My Star Wars: A New Dawn novel in 2014 marked the start of novels being considered canonical for Star Wars, but that doesn’t mean that everything that came before is irrelevant. It’s branded as “Legends” because some parts of legends can be true — and indeed, we do draw characters, ideas, and locations from them quite often.

TL: I just finished reading Kenobi, a book focused on one of my favorite Star Wars characters. The story is set after Luke and Leia’s birth. Obi Wan, now known as Ben, has delivered baby Luke to his extended family on Tatooine and will be looking after him from afar. Did you suggest writing about Ben, or was it offered to you? Is there another character you’d like to write about, in any universe?

JJM: The concept came from me — I literally wrote my editor suggesting “The Ben Kenobi Western” in my subject line. But it wasn’t originally going to be a prose novel — that pitch was to my comics editor, for a potential stand-alone graphic novel. As the story developed, however, I realized it was much more extensive than could appear in that format, and so the idea was shelved. It would be six years before I would take it up again, this time as a prose novel.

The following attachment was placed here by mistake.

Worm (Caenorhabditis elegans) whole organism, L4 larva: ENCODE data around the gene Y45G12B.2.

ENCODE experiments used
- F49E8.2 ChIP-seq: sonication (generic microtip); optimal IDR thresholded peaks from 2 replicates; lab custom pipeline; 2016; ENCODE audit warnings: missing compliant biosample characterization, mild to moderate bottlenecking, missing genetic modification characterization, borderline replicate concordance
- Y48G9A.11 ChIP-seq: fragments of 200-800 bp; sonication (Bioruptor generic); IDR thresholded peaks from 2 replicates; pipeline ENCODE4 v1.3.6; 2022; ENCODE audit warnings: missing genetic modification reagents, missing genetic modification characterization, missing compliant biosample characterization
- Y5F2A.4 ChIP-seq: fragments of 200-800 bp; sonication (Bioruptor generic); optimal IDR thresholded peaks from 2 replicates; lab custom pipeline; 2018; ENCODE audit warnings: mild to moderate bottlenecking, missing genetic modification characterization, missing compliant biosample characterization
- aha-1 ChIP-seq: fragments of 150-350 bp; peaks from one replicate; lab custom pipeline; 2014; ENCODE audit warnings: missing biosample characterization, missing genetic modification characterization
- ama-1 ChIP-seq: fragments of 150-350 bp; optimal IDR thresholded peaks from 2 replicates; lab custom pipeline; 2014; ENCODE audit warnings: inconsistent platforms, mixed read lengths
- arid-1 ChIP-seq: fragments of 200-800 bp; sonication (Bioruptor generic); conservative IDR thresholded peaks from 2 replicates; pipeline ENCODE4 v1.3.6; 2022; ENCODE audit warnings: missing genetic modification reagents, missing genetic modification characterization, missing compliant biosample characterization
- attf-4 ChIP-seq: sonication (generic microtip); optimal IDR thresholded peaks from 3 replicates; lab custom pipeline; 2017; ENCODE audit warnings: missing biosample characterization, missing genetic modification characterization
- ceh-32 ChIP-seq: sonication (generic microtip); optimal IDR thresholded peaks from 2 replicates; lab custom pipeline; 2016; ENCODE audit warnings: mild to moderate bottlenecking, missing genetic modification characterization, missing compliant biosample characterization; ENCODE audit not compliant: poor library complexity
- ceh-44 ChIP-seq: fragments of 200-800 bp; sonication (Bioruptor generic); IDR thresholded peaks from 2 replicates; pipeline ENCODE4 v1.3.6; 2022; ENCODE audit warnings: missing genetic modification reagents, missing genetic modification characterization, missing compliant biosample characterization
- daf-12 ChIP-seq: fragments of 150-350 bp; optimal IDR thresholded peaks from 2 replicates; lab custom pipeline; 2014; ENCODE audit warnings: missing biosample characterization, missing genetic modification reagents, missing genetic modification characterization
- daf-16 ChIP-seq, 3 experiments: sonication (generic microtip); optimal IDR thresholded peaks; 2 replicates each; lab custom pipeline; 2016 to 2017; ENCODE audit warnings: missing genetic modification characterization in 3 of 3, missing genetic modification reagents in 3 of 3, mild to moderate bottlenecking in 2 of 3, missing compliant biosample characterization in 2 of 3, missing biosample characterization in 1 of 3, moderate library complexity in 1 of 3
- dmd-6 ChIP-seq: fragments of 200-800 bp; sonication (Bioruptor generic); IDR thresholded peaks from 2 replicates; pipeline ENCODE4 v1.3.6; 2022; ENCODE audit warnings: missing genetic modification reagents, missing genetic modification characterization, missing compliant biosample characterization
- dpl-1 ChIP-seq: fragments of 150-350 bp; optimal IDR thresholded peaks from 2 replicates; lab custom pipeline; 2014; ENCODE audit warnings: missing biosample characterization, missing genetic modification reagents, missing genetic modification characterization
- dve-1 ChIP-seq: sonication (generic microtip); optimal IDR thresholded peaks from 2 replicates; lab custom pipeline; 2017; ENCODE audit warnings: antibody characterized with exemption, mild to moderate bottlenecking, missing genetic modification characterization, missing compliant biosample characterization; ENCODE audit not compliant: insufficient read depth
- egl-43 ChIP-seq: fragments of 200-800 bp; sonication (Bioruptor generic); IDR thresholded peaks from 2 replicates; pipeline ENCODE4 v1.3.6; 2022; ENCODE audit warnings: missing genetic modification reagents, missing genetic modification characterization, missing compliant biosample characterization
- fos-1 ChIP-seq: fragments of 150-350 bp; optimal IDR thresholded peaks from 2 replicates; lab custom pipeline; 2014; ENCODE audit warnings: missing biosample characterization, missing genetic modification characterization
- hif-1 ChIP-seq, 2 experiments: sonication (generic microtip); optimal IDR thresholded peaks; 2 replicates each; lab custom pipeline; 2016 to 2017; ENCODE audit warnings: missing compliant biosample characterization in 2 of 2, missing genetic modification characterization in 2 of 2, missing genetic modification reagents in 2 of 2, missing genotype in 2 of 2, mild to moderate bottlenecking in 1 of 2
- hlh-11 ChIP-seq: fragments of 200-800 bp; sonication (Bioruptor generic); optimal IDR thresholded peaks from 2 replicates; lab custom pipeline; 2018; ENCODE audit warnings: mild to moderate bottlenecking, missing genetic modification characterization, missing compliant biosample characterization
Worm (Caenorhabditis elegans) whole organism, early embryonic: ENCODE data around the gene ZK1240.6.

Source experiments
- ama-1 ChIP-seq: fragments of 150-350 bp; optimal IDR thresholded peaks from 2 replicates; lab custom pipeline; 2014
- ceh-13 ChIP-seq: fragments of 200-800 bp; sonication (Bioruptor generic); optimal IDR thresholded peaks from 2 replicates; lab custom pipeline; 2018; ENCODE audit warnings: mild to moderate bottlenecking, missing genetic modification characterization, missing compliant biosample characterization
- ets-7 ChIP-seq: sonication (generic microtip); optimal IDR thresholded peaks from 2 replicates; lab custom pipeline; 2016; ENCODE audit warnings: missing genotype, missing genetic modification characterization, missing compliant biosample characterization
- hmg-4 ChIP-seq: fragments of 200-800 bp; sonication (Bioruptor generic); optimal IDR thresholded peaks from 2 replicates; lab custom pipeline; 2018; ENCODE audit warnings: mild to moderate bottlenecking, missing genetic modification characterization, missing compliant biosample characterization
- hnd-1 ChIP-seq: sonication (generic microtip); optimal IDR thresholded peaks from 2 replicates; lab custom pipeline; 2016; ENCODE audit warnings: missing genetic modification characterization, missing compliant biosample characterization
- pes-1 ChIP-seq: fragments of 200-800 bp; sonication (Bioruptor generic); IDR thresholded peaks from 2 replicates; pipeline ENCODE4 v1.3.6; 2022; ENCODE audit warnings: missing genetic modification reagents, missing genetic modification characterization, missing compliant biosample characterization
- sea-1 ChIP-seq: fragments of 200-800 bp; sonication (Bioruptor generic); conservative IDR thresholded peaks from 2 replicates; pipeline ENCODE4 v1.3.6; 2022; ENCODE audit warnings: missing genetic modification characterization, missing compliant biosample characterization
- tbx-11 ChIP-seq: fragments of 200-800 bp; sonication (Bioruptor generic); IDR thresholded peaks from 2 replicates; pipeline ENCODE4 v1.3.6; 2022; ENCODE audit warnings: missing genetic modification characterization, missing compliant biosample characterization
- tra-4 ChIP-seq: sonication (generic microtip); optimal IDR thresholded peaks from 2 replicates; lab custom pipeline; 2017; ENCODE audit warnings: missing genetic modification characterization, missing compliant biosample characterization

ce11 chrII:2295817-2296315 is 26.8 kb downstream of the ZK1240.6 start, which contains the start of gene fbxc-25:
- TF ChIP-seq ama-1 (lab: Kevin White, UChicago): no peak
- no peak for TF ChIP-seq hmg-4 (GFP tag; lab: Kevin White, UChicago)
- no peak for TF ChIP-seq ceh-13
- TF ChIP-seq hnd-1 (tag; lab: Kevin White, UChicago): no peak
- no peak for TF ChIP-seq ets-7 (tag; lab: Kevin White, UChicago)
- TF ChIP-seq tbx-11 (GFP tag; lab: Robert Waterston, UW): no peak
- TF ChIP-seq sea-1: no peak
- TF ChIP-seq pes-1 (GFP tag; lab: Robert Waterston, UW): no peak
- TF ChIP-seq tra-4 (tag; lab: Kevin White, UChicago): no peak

As to other characters and universes, I’ve been fortunate in the number of stamps on my passport. Last year, I had books out for Star Wars, Star Trek, and Battlestar Galactica, which is pretty much the trifecta for eleven-year-old me. There are still characters in each I’ve never written — Han and Lando in Star Wars, Data in Star Trek — and then there are a lot of licenses that’d be fun to do something for.

I must admit that a lot of what appeals to me in that regard might not be very commercial, though: I love the Max Headroom TV series from the 1980s but I don’t know who’d want to read a book about it!

TL: Can you give us a little insight into your creative decision making? For example, you chose to explore the history of the Tusken Raiders, or Sand People, in the Kenobi book. Why this focus?

JJM: The Tuskens are part of the environment on Tatooine that Obi-Wan has moved to. The settlers on the planet are trapped between many dangers: the harsh climate, Jabba’s mobsters in town, and the local wildlife — and then there’s the Tuskens, who consider the planet theirs as well and who express that in violent ways. They had to be a part of any story.

To an extent, their history had been explored before in a Star Wars comics storyline called “Outlander” — and setting my story where I did, I knew I had to deal with it. I worked, though, to elaborate where I could, providing them with a mythology that explained why they lived in such a horrible place. And while I don’t think we consider them enlightened at the end — there is no peace to be had with them — we at least understand a little more of what motivates them.

There’s a lot more about the process behind Kenobi here.

TL: When writing in an established universe, you have to deal with fan expectations on a whole different level than most authors. What’s been one of your best experiences with fans, and what’s been the worst?